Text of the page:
Inuit live among polar bears. So it baffles me when well-meaning people who have never seen a polar bear outside a zoo or cruise ship or glass-walled buggy seek to impose rules to govern how Inuit interact with bears, to determine how we should engage in a cycle of life that has allowed both Inuit and polar bears to survive for thousands of years.
But within communities of passionate wildlife advocates, few topics are as divisive as the perception of wildlife photography. And for good reason. Yes, at times wildlife photography can hurt the subjects we're trying to capture. But seeing bears in the wild is a remarkable experience and positive bear (and wildlife) encounters are critical to creating a culture that appreciates and supports balanced conservation.
For those of us who are interested in the field of conservation biology, this time of year prompts us to be more thoughtful about lists of a different kind: the Committee on the Status of Endangered Wildlife in Canada ceremoniously completes a review of (in overly simplified terms) Canada's endangered species list at the end of each year.
Her name's Melissa Bachman. She kills wild animals on American TV for a living. Sometimes with a rifle, sometimes with bow and arrow. Then she killed a full-maned male lion, and posted a picture of herself, cradling her rifle, laughing triumphantly, while the once-magnificent lion sprawled dead at her feet. And all hell broke loose.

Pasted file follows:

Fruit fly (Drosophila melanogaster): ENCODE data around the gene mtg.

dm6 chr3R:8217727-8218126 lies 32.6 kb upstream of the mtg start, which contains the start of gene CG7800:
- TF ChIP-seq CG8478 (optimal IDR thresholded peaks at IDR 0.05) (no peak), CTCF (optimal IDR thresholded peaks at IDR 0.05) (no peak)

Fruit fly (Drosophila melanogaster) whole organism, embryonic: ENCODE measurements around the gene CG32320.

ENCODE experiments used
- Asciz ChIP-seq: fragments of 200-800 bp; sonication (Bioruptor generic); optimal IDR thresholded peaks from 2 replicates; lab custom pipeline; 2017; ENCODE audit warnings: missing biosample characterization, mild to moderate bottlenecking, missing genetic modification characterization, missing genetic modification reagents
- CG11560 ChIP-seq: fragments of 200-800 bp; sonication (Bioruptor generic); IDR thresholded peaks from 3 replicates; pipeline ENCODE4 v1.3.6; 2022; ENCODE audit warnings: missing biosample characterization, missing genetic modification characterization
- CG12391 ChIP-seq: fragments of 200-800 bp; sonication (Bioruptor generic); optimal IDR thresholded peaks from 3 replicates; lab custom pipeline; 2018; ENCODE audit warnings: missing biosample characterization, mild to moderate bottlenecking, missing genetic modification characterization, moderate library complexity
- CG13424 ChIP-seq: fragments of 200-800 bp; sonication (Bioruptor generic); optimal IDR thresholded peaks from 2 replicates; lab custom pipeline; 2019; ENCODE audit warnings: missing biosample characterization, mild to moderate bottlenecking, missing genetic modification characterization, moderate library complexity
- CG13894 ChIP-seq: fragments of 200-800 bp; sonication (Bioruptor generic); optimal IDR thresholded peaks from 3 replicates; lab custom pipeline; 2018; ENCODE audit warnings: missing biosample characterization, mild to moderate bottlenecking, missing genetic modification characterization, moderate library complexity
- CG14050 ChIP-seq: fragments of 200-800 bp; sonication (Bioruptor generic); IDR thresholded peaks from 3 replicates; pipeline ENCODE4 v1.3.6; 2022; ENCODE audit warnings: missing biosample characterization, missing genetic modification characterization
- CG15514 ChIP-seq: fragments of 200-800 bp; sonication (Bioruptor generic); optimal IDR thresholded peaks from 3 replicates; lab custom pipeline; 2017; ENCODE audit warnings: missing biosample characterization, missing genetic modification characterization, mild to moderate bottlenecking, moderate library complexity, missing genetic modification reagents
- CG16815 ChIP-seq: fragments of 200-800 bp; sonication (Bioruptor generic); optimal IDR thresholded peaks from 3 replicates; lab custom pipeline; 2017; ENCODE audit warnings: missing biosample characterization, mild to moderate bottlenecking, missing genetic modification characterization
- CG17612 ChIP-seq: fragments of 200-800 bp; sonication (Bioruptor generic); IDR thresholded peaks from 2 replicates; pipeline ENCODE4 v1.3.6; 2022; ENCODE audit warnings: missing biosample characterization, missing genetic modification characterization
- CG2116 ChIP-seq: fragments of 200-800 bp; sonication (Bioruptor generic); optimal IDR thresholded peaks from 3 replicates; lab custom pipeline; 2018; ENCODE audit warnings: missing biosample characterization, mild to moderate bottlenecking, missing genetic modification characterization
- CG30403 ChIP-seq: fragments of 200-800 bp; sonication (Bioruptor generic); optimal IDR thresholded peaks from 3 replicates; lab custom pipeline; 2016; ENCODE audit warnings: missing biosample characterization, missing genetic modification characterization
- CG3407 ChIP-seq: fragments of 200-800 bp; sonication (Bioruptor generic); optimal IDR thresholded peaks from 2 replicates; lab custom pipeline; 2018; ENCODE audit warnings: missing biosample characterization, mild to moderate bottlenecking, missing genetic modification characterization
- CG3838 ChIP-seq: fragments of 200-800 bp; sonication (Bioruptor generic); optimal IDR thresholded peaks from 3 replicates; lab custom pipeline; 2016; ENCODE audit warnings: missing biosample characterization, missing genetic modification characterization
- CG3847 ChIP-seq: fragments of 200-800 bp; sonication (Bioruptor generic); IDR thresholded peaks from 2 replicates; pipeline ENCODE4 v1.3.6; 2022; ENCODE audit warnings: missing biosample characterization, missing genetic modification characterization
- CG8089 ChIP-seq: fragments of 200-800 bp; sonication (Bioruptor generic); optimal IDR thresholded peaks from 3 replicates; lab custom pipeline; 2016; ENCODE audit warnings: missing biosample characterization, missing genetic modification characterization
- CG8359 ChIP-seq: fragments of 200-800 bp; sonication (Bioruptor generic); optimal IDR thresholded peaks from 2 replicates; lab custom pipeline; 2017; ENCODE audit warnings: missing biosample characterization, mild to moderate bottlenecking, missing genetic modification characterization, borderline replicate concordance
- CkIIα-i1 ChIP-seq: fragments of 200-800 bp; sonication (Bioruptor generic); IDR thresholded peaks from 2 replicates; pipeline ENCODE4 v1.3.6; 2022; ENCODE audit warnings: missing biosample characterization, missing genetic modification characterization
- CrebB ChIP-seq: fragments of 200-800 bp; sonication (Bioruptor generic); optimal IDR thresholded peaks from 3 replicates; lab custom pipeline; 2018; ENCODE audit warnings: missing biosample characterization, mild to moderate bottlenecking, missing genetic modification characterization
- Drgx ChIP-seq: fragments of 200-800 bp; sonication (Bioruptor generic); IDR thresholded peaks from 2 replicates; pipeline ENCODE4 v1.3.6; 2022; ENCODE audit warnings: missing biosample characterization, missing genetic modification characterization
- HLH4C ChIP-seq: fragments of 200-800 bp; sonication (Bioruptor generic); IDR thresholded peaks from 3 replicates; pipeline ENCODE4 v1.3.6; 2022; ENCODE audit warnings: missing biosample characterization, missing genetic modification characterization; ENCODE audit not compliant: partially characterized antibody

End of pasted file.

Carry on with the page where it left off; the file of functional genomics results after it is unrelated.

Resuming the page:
It was around 10:30 a.m. on a Friday this past June that a close friend and wildlife enthusiast, Mohan was driving me down the winding hills of Ooty -- a hill station in southern India. Suddenly, there was a distress call from a forest warden desperately trying to save an elephant. It had slipped and fallen into a two-metre deep trench.
While the black bear is common in some urban areas -- with sightings even in Vancouver's suburbs as the bears search for ripe fruit from the trees and troll the recycling bins -- the grizzly bear is British Columbia's wilderness giant. Visiting with grizzlies in the wild had long been a dream of mine, and this spring we decided to head up the coast to see if we could view some of BC's iconic mammals.
Despite rhetoric about conservation, the main thrust of B.C.'s wolf management plan is clearly killing predators with the goal of reducing predator impacts on huntable species like moose, elk and deer, plus contributing to a presumed reduction in livestock conflicts on public lands. Any rational review of the impact of wolves on B.C.'s hunting opportunities, as well as livestock industry, would demonstrate that there is no "problem" in need of solving. Rationality, however, long ago ceased to be the currency of wildlife management policy in B.C.